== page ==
So, we’re at the start of a new project and I thought it was a useful time to reflect on the range of tools we’re using in the early stages of the project for collaboration and project management. These tools cover communication, project management, task management and bibliographic management.
For small projects we’re using the One Page Project Plan, an excel template from www.oppmi.com This uses a single excel worksheet to cover tasks, progress, responsibility and accountability and also some confidence measures about how the project is progressing. We’ve used this fairly consistently for two or three years for our small projects and people are pretty familiar with not only how to use them for projects but also how to read and interpret them. You can only really get about 25-30 tasks onto the OPPP, so it will be used to track activities at a relatively high level although we can reflect both the work-package level and some tasks within each work-package. Tasks are generally described in the past tense using words such as ‘completed’ or ‘developed’, so although it does give a reasonable overview of when activities are due to be happening there is less of an appreciation of the actual activities taking place in each time period. There’s a space on the page for a description of the status and that can be used to flag up what has been completed, or any particular issues. For bigger projects several OPPPs might be used, maybe with a high-level overarching version.
To organise and track the tasks in the project we’re using Trello. This openly available tool lets you create a Board for your project, and then arrange your tasks (each one termed a ‘card’) into groupings. So we’ve got several Phases for the project and then To Do, Doing and Done lists of tasks. You can add people to the cards and send out emails to people, set deadlines etc. You can easily drag cards from one list to another, create new cards and share with the project team. We’re only using the open/free version not the Business Class version and it seems to work fine for us. Trello worked pretty well for our digital library development project, particularly in terms of focusing on which developments went into which software release. So it will be interesting to see how well it works on a project that is a bit more exploratory and research-based.
Looking at what work has already been done in this area is an important part of the project. So at an early stage we’re doing a literature review. That’s partly to be able to understand the context that we’re working in and to give credit (through citations) of ideas that have come from other work, but specifically to look at techniques people have been using to investigate the relationship between student success, retention and library use. We’re not expecting that there will be an exact study that matches up with our conditions (the lack of student book loans data for one thing), but the approaches other people have taken are important for us to understand. We’re also hoping to write up the work for publication, so keeping track of citations for other work is vital. To do that we’re using RefMe and have setup a shared folder for the members of the project team to add references they find. RefMe seems to be quite good at finding the full references from partial details, although there are a few we’re adding in manually. To help with retrieving the articles we’re adding in the local version of the URL so we can find the article again. The tool also allows you to add notes about the reference, which can be useful. RefMe has an enormous range of reference styles and can output in a range of formats to other tools such as Zotero, Mendeley, RefWorks or Endnotes for example.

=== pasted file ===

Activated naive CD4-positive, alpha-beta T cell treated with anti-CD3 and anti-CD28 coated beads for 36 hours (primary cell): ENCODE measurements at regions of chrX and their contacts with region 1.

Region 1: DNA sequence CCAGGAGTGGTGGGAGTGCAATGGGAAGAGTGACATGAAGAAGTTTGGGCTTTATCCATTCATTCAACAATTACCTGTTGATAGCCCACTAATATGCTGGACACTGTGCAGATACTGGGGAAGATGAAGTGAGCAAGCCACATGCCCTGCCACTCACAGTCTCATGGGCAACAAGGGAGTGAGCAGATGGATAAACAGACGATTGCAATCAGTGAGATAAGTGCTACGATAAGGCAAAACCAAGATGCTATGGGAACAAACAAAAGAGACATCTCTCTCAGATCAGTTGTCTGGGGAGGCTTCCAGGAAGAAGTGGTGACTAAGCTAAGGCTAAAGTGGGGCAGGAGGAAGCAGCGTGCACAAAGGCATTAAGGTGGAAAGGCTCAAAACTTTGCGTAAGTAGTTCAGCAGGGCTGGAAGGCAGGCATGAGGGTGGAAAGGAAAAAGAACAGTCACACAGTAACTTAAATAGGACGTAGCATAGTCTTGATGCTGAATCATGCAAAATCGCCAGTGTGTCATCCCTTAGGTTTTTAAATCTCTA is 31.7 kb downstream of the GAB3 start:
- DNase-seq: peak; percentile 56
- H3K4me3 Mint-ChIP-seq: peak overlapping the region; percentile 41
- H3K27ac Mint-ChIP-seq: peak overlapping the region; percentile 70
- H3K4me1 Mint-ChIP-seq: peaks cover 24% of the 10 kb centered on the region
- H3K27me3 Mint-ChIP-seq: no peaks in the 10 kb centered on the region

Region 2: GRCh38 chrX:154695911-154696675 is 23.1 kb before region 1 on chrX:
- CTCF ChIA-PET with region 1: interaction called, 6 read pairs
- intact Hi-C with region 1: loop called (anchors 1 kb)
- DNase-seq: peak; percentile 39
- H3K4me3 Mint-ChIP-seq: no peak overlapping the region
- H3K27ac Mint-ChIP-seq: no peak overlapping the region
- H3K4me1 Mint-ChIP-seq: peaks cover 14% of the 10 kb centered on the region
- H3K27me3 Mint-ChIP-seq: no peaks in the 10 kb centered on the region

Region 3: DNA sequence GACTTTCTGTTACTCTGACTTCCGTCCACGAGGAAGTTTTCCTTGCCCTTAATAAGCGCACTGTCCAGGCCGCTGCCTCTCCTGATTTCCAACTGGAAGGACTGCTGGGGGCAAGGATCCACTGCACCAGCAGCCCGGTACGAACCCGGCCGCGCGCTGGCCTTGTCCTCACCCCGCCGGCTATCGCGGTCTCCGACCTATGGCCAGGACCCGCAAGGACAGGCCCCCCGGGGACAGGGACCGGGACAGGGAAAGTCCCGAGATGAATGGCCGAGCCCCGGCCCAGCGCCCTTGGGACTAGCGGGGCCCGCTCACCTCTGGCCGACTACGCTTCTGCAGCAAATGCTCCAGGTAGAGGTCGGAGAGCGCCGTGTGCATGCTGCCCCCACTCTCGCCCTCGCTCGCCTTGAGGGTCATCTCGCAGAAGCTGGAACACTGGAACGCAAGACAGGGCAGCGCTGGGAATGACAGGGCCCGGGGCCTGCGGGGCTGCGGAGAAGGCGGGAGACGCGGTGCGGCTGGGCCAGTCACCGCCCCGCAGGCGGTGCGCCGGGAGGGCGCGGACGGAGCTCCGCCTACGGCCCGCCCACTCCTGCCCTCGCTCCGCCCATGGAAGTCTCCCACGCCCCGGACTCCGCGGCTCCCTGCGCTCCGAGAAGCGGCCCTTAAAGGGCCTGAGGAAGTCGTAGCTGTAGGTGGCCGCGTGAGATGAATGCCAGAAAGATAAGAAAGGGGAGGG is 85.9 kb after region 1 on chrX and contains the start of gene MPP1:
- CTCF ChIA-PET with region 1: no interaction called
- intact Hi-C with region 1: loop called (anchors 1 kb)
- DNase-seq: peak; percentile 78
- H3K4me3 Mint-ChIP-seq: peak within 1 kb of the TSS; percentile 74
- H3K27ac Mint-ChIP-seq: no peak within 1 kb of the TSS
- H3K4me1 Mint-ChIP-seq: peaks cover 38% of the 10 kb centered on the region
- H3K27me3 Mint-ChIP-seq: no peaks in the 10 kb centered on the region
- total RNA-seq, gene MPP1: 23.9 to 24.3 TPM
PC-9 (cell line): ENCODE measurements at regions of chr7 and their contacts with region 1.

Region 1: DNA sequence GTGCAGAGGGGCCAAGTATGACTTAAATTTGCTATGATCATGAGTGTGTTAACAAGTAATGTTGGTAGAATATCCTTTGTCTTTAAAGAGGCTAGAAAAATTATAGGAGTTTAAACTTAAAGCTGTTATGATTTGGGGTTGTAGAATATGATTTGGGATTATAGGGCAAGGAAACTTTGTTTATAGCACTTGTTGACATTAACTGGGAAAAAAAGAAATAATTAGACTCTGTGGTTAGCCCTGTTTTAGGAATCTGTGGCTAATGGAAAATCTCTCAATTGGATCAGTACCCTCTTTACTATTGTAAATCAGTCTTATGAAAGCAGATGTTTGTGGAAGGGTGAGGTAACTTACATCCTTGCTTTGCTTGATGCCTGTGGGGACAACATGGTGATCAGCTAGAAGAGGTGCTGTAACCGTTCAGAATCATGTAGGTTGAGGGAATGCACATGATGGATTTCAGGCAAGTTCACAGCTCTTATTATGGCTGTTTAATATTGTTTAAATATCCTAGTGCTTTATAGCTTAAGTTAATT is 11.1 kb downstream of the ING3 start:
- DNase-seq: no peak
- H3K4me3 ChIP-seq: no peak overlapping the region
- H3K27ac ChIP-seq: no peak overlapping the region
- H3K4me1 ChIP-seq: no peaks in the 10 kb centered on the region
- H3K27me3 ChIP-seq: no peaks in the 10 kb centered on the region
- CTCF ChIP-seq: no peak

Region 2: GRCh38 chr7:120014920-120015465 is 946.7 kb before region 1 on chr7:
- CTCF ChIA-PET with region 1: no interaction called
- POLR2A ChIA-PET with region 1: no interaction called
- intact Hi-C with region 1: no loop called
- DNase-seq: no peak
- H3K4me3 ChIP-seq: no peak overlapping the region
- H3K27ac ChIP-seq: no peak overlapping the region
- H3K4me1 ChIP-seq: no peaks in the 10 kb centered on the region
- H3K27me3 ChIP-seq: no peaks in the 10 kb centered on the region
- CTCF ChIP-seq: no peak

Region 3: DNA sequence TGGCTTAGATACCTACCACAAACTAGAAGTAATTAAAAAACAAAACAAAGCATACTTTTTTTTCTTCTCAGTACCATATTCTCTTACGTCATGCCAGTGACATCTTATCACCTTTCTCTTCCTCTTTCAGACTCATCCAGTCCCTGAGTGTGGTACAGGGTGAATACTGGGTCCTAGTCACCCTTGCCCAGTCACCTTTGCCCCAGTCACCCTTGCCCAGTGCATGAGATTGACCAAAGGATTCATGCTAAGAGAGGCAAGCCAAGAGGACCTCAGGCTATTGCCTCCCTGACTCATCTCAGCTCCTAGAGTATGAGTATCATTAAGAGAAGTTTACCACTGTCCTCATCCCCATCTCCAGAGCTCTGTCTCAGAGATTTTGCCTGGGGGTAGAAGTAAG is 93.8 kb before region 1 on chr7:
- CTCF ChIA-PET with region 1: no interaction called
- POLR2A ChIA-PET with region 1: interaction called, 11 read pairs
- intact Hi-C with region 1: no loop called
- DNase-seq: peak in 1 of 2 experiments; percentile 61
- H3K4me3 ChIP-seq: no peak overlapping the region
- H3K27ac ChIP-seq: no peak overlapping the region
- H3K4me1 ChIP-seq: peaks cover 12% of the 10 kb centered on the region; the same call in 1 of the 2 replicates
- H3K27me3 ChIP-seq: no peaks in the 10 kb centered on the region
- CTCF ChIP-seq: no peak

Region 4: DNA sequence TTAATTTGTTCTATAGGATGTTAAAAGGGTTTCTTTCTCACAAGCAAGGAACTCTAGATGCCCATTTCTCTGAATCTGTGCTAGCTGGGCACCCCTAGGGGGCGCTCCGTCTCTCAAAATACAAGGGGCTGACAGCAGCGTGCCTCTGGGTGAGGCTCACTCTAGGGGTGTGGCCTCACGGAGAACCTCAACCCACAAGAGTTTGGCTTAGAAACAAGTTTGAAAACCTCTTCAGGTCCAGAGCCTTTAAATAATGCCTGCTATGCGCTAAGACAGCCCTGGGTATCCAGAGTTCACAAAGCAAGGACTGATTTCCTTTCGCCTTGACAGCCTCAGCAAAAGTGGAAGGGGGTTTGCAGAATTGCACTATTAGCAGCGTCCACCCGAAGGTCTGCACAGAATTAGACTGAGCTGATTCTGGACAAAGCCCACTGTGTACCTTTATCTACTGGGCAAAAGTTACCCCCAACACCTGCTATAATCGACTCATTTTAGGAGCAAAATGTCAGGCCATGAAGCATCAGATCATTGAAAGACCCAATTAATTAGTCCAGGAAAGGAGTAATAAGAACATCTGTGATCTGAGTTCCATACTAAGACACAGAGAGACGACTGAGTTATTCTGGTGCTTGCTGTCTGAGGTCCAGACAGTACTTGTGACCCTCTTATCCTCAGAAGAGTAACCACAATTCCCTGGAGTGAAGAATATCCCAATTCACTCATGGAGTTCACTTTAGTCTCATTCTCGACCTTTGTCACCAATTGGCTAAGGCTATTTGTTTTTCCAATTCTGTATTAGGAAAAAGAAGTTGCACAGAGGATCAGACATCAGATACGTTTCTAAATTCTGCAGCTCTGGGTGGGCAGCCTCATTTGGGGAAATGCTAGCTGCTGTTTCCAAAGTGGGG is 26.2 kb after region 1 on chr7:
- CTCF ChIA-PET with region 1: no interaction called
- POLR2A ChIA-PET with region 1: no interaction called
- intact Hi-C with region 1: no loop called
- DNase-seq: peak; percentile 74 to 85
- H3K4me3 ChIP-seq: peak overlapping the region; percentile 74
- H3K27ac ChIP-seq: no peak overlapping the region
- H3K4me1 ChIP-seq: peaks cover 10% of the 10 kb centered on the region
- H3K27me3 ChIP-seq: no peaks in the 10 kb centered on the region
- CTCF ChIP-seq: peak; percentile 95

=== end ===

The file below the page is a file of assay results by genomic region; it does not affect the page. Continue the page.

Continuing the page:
To keep interested parties up-to-date with project activities we’re using a wordpress blog, for this project the blog is at www.open.ac.uk/blogs/LibraryData. We’re fortunate in that we’ve an institutional blog environment established using a locally hosted version of the wordpress software. Although it isn’t generally the latest version of the wordpress blog software, there’s little maintenance overhead, we can track usage through the Google Analytics plug-in, and it integrates in with our authentication system, so it does the job quite well. We’ve used blogs fairly consistently through our projects and they have the advantage of allowing the project team to get messages and updates out quickly, encourage some commenting and interaction, and allow both short update-type newsy items as well as some more in-depth reflective or detailed pieces. They can be a relatively informal communication channels, are easy for people to edit and update and there’s not much of an overhead to administration. Getting a header sorted out for the blog is often the thing that takes up a bit of time.
Other tools and tools for the next steps
The usual round of office tools and templates are being used for project documents, for project mandates and project initiation documents, through to documentation of Risks, Assumptions, Issues and Dependencies, Stakeholder plans and Communications plans. These are mainly in-house templates in MS Word or Excel. Having established the project with an initial set of tools, attention is now turning to approaches to manage the data and the statistics. How do we manage the large amount of data to be able to merge datasets, extract data, carry out analyses, develop and present visualisations? Where can we use technologies we’ve already got, or already have licences for, where might we need other tools?